Do you worry about your heart health? Do you exercise because people like me say it is important? What other potential interventions are there for you to encourage your heart health and sense of well-being?
I am not having heart trouble yet, but my family tree is littered with it. My father had high blood pressure that may have led to a stroke; my grandmother died of complications from high blood pressure and a stroke–need I say more? The research is out…which shows women like me can underestimate their risk of heart attack and are more likely to die than young men.
Lifestyle and dietary changes are no doubt challenging; taking them on at the same time is even more difficult unless you’re exceptionally motivated.
STUDY: Pat Ryan with the International Council on Active Aging reported on a meta-analysis of 10 studies that included more than 136,000 participants, with an average age of 67 years who lived primarily in Japan or the United States. The U.S. studies evaluated a sense of purpose or meaning in life, or “usefulness to others.” In Japan, this study assessed the concept of ikigai, translated as “a life worth living”. Participants were followed up for an average of seven years. During this time, more than 14,500 participants died from various causes while more than 4,000 suffered a heart attack or stroke.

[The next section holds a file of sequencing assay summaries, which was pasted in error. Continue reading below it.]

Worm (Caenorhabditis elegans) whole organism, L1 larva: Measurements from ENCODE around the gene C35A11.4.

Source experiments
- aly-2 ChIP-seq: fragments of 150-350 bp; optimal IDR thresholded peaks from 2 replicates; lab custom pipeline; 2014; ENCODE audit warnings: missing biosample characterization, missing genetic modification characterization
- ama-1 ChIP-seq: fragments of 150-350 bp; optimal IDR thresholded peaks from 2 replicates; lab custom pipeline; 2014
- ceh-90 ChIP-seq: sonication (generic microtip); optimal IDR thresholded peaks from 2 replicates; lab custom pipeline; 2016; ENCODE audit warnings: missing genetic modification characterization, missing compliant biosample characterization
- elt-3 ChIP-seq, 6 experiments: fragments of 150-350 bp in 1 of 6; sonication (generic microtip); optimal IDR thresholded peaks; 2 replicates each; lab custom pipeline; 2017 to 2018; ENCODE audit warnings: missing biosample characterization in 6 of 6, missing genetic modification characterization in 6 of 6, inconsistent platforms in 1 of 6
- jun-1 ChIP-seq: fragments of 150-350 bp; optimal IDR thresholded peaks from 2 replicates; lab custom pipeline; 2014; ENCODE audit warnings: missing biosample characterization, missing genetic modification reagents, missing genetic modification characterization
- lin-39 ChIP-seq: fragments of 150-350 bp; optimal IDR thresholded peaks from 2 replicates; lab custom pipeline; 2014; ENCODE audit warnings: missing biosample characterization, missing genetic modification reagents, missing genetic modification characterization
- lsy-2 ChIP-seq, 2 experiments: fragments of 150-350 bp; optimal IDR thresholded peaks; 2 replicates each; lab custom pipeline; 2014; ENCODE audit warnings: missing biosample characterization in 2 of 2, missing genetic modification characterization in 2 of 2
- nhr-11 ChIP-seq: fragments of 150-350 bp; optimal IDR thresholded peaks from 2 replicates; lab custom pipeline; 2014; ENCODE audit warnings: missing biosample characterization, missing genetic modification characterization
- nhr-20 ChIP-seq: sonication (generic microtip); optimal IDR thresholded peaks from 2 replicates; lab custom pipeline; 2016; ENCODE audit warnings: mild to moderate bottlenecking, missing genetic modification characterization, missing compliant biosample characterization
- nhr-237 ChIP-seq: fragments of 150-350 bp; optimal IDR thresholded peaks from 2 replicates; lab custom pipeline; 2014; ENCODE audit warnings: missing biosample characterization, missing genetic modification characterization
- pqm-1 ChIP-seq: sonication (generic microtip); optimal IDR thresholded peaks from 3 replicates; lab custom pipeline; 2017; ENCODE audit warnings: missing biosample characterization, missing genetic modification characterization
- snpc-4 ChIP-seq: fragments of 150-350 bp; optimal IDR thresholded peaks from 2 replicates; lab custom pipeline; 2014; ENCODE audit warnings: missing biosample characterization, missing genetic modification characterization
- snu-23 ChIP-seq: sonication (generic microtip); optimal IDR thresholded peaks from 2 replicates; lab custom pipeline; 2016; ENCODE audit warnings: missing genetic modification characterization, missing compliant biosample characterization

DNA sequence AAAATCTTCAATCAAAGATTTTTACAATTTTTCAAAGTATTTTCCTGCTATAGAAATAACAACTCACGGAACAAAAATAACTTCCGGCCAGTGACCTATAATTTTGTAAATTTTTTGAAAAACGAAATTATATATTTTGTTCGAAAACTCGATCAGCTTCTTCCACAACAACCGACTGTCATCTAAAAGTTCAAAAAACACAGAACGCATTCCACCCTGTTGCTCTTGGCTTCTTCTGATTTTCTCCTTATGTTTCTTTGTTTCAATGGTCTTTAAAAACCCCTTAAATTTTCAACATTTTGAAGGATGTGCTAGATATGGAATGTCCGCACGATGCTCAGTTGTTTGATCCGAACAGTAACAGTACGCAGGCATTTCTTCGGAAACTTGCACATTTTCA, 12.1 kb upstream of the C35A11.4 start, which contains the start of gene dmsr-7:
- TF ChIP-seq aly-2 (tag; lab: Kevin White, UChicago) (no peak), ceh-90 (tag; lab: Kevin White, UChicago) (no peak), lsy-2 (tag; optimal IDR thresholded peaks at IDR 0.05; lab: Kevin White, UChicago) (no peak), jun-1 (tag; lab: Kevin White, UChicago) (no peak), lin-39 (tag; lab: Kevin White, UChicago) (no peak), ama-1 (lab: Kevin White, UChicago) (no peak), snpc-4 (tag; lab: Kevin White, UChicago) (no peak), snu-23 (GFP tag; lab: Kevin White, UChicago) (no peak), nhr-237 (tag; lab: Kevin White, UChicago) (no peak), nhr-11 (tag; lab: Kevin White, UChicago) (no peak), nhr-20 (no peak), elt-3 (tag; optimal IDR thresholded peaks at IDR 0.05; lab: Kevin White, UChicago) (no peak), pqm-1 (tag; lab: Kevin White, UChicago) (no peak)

FINDINGS: People with a high sense of purpose in life had a lower risk of death and also a lower risk of cardiovascular events. Both associations remained significant after considering the country where they lived, how purpose in life was measured and whether the participants had a pre-existing cardiovascular disease.
Even though we know exercise and activities contribute to overall heart health, your state of mind/purpose is also important.
SOURCE: Psychosomatic Medicine, published online (December 1, 2015)
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